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Fuhrman’s Legacy Is LAPD Reform

August 25, 1998

LOS ANGELES (AP) _ Misconduct by infamous O.J. Simpson Detective Mark Fuhrman, long gone from the Los Angeles Police Department, continues to spur police reform, according to reports issued Tuesday.

Still smarting from what Chief Bernard Parks called Fuhrman’s ``egregious, systemic misconduct,″ the department’s Mark Fuhrman Task Force identified 23 ``action items″ designed to prevent lying, racism, sexual harassment, excessive force and creating a hostile work environment.

Fuhrman was one of several detectives sent to investigate the deaths of Nicole Brown Simpson and Ronald Goldman on June 12, 1994. He found a bloody glove at Ms. Simpson’s condo, then later jumped the gate and found the mate at Simpson’s home.

Of 23 areas identified for correction, 12 have been completed, Parks said, and the balance are expected to be corrected by year’s end.

The recommendations were developed by Internal Affairs investigators who spent 17 months researching Fuhrman and stories he told to writer Laura Hart McKinny in a series of interviews during the 1980s.

The report called on the LAPD to revise its approach to discipline and recommended more thorough investigation of officer histories.

Fuhrman’s explosive statements to McKinny _ racial epithets and boasts about police brutality _ were used to discredit his critical testimony during Simpson’s criminal trial.

Simpson was acquitted of murder charges in the trial, although he was later held liable for the killings in a civil trial.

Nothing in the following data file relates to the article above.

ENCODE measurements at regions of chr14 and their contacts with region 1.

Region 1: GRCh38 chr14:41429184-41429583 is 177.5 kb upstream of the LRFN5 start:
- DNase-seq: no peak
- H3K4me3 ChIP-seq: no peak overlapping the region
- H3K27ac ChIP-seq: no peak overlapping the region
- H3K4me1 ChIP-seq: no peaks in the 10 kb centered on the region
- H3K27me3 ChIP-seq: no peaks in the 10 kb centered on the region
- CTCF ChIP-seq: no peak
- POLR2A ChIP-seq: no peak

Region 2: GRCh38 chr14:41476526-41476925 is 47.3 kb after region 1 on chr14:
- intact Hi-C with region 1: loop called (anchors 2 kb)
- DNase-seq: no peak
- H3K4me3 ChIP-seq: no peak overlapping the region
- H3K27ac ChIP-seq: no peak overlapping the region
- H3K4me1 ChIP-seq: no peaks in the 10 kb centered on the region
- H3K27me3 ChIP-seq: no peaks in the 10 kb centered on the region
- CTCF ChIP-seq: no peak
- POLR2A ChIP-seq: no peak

After the criminal trial, Fuhrman pleaded no contest to a perjury charge after the tapes proved he lied when he denied on the witness stand that he had used a racial epithet during the previous 10 years. He was sentenced to probation and fined $200.

Fuhrman later said that racially charged statements made to McKinny were exaggerations or fabrications created for her screenplay. He has since retired and moved to Idaho.

The report presented Tuesday also showed progress on a separate series of recommendations by the Police Commission’s inspector general regarding discipline of officers for such violations as making false statements and invoking a ``code of silence″ to protect other officers.

Parks said 95 percent of the inspector general’s proposals, including added training in professional ethics, have been accomplished.

``These two reports particularly challenged the department to examine its personnel systems and ensure they not only performed the purpose for which they were intended, but generate public confidence in its police department as well,″ Parks said.

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